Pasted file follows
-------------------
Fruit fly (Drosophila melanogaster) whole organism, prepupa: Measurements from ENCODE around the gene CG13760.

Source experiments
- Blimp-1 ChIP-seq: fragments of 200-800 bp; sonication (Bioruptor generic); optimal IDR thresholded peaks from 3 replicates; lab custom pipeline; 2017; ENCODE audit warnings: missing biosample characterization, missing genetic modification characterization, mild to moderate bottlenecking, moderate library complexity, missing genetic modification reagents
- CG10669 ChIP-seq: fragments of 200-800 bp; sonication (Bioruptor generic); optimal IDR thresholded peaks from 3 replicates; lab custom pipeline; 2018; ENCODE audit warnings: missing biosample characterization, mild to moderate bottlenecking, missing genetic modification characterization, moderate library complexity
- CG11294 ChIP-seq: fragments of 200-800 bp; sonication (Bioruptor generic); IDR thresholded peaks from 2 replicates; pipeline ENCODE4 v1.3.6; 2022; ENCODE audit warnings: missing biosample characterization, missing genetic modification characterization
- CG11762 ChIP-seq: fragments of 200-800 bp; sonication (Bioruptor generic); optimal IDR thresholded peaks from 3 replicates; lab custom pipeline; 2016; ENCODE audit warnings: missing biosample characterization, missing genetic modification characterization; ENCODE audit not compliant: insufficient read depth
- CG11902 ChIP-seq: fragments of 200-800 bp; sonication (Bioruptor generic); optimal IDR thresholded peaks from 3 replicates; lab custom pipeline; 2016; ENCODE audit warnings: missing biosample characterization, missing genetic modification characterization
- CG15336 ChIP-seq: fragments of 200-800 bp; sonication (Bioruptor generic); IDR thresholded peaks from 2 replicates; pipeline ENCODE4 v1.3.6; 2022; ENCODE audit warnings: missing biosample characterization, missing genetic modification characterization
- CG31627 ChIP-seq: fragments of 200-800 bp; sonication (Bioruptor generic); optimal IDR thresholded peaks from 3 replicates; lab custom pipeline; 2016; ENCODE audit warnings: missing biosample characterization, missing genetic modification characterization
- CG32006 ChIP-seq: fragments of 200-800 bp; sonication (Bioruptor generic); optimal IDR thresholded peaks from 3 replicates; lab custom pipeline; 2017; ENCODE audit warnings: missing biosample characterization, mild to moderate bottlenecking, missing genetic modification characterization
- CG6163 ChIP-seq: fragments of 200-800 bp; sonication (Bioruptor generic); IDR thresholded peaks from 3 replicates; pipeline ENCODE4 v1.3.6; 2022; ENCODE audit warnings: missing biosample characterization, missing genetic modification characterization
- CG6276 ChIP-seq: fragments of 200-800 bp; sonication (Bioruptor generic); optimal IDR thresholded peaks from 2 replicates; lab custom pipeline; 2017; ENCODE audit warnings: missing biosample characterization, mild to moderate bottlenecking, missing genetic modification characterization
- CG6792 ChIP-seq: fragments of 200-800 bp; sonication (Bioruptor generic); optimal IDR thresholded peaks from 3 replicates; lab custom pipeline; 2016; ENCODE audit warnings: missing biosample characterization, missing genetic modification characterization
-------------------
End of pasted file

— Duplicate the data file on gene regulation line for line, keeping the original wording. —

Fruit fly (Drosophila melanogaster) whole organism, prepupa: Measurements from ENCODE around the gene CG13760.

Source experiments
- Blimp-1 ChIP-seq: fragments of 200-800 bp; sonication (Bioruptor generic); optimal IDR thresholded peaks from 3 replicates; lab custom pipeline; 2017; ENCODE audit warnings: missing biosample characterization, missing genetic modification characterization, mild to moderate bottlenecking, moderate library complexity, missing genetic modification reagents
- CG10669 ChIP-seq: fragments of 200-800 bp; sonication (Bioruptor generic); optimal IDR thresholded peaks from 3 replicates; lab custom pipeline; 2018; ENCODE audit warnings: missing biosample characterization, mild to moderate bottlenecking, missing genetic modification characterization, moderate library complexity
- CG11294 ChIP-seq: fragments of 200-800 bp; sonication (Bioruptor generic); IDR thresholded peaks from 2 replicates; pipeline ENCODE4 v1.3.6; 2022; ENCODE audit warnings: missing biosample characterization, missing genetic modification characterization
- CG11762 ChIP-seq: fragments of 200-800 bp; sonication (Bioruptor generic); optimal IDR thresholded peaks from 3 replicates; lab custom pipeline; 2016; ENCODE audit warnings: missing biosample characterization, missing genetic modification characterization; ENCODE audit not compliant: insufficient read depth
- CG11902 ChIP-seq: fragments of 200-800 bp; sonication (Bioruptor generic); optimal IDR thresholded peaks from 3 replicates; lab custom pipeline; 2016; ENCODE audit warnings: missing biosample characterization, missing genetic modification characterization
- CG15336 ChIP-seq: fragments of 200-800 bp; sonication (Bioruptor generic); IDR thresholded peaks from 2 replicates; pipeline ENCODE4 v1.3.6; 2022; ENCODE audit warnings: missing biosample characterization, missing genetic modification characterization
- CG31627 ChIP-seq: fragments of 200-800 bp; sonication (Bioruptor generic); optimal IDR thresholded peaks from 3 replicates; lab custom pipeline; 2016; ENCODE audit warnings: missing biosample characterization, missing genetic modification characterization
- CG32006 ChIP-seq: fragments of 200-800 bp; sonication (Bioruptor generic); optimal IDR thresholded peaks from 3 replicates; lab custom pipeline; 2017; ENCODE audit warnings: missing biosample characterization, mild to moderate bottlenecking, missing genetic modification characterization
- CG6163 ChIP-seq: fragments of 200-800 bp; sonication (Bioruptor generic); IDR thresholded peaks from 3 replicates; pipeline ENCODE4 v1.3.6; 2022; ENCODE audit warnings: missing biosample characterization, missing genetic modification characterization
- CG6276 ChIP-seq: fragments of 200-800 bp; sonication (Bioruptor generic); optimal IDR thresholded peaks from 2 replicates; lab custom pipeline; 2017; ENCODE audit warnings: missing biosample characterization, mild to moderate bottlenecking, missing genetic modification characterization
- CG6792 ChIP-seq: fragments of 200-800 bp; sonication (Bioruptor generic); optimal IDR thresholded peaks from 3 replicates; lab custom pipeline; 2016; ENCODE audit warnings: missing biosample characterization, missing genetic modification characterization